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Thou Fool!

Whosoever shall say, Thou fool, shall be in danger of hell fire. Matthew 5:22

It is surprising how many times we refer to a person as being crazy or being mentally deficient (e.g. "an idiot") when we want to insult them.  Jesus seemed to be addressing this common practice when he told his disciples not to call anyone "a fool".

When we disagree with another person, often we see their arguments as being weak, and we see our arguments as being strong.  It can be quite difficult to communicate why it is that we think our arguments are more rational than theirs, and so we can take out our frustration just by slapping a label on the other person's arguments (or actions) as being crazy or stupid.  But Jesus tells us that we need something better than that to prove our point.

Something I have noted with regard to this tendency to insult someone's mental abilities when arguing is that we usually do it with people whom we really do NOT think are suffering from mental illness or intellectually challenged.  Think about it.  Most decent people would not insult someone suffering from Downs Syndrome as a way of hurting them, would they?  We recognise that their condition is something that they were born with, and that it has probably made life considerably more difficult for them than what we ourselves experience.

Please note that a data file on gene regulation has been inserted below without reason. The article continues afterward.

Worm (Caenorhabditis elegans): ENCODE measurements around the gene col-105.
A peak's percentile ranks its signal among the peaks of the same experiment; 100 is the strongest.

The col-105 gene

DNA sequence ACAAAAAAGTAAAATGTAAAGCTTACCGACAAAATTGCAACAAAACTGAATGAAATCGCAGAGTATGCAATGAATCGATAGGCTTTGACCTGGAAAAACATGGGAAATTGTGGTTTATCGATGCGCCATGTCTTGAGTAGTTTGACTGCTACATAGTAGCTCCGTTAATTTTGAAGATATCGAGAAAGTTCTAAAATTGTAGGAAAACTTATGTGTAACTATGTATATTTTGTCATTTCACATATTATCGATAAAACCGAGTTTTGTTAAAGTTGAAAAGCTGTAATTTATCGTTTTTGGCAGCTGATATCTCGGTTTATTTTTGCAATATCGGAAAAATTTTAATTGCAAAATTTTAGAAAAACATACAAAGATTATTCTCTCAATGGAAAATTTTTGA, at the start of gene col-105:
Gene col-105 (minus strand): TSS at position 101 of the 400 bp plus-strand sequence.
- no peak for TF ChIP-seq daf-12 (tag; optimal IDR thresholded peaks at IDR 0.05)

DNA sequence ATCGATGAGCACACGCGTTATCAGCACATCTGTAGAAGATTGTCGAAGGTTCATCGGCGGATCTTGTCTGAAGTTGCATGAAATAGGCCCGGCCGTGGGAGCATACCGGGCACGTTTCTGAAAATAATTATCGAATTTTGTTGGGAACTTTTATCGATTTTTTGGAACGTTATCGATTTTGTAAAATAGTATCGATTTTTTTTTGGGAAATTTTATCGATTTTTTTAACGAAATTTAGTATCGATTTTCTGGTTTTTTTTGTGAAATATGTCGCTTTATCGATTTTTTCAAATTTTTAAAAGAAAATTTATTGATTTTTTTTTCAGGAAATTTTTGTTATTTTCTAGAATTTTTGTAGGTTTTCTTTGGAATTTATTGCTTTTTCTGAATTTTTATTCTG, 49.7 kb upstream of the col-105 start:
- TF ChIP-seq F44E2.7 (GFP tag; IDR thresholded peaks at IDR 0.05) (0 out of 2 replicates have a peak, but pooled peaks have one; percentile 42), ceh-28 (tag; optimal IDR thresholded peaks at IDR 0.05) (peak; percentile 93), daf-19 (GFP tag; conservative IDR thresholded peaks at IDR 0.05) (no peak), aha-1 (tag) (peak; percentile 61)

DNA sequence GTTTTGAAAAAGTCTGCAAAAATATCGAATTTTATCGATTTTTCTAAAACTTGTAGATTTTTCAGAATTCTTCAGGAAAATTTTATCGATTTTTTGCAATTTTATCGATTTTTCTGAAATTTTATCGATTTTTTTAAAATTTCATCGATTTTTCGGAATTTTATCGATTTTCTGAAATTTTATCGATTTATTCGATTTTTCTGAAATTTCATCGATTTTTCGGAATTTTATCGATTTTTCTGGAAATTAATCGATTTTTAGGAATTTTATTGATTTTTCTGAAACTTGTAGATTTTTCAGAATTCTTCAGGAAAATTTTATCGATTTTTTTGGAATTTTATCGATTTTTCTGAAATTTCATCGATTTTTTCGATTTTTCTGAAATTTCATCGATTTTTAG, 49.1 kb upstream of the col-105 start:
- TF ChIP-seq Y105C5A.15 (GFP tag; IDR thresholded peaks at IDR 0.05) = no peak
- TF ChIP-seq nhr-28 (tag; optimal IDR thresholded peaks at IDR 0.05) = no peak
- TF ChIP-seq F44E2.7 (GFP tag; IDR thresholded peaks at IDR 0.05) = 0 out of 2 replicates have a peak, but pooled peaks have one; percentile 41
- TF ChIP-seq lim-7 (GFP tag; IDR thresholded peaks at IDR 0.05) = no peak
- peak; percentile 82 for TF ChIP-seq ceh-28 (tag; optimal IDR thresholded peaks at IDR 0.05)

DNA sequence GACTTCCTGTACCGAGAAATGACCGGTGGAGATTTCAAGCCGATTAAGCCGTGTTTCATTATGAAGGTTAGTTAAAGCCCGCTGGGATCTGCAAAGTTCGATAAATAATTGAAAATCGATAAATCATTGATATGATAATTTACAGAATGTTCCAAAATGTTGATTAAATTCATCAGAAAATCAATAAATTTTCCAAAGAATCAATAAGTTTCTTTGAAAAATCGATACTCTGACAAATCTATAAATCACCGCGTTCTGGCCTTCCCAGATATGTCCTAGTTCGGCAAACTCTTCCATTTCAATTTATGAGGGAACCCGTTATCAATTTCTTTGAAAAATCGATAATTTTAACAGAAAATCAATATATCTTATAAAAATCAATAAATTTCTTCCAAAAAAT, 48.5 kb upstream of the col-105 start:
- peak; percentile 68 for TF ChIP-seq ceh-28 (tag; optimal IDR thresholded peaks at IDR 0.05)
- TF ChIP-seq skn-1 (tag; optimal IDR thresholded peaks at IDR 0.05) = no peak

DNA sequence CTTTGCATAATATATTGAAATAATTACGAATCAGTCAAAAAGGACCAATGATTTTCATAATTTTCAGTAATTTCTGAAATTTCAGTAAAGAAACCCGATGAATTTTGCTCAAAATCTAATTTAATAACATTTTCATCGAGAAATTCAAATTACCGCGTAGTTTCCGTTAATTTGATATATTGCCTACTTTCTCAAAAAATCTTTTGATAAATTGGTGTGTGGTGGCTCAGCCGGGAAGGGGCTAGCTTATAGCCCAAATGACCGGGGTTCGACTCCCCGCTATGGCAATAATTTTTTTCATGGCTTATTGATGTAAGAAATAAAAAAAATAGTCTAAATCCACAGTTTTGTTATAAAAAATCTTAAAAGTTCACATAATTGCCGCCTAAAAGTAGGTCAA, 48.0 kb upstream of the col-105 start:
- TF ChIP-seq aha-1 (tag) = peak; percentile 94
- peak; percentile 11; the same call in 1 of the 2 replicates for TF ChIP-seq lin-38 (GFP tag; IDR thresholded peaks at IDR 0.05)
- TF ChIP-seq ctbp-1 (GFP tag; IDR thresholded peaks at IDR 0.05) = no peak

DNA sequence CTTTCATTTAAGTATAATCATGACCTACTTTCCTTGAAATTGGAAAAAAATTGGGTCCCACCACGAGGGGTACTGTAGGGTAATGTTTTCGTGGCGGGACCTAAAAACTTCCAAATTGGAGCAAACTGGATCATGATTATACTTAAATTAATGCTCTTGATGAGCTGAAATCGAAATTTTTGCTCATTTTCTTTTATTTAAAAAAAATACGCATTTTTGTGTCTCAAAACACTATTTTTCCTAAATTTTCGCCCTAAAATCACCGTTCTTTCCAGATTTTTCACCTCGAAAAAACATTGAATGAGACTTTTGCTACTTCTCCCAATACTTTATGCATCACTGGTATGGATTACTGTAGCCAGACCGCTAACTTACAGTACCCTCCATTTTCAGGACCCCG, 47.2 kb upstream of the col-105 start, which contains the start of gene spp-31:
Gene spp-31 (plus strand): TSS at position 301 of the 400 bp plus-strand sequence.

We might be a little less sympathetic with someone who is suffering from depression or schizophrenia, but on the whole most people know that it is cruel and unfair to ridicule someone for a mental condition that they are powerless to overcome.  Yet we still refer to our sane enemies (and even some of our sane friends) as being crazy or stupid when they do or say things that we object to.

I am pointing this out mostly to encourage anyone who has been accused of such things.  Remembering that people generally do not make fun of people whom they genuinely believe to be suffering a mental handicap may be some small encouragement when someone repeatedly accuses you of being crazy, stupid, idiotic, or just foolish.

Of course, if we are capable of something better and still we make decisions or espouse ideas that are clearly unfair, unworkable, cruel, or in some other way irrational, then it may be understandable that others will say that we are acting in ways that they would only expect a person suffering from a mental disability to act.  What needs to be addressed may not be the insult so much as the behaviour which elicited it.

Obviously Jesus had good reason for telling us not to insult people in this way, and that is probably because it is not easy for most of us to keep from feeling inferior when such insults abound.  If we really want to change someone who is acting in a way that seems foolish, then we should be looking for ways to overcome the lack of knowledge that led to such behaviour, and not just insulting their intelligence.  Patient correction is the better way, even if it is not as easy.

When we feel impatient and we give in to the feeling by insulting someone else, then it really says something quite strong about our own mental state.  Maybe if we can remember that, it will help us to overcome the temptation to use words like crazy and stupid to hurt other people.

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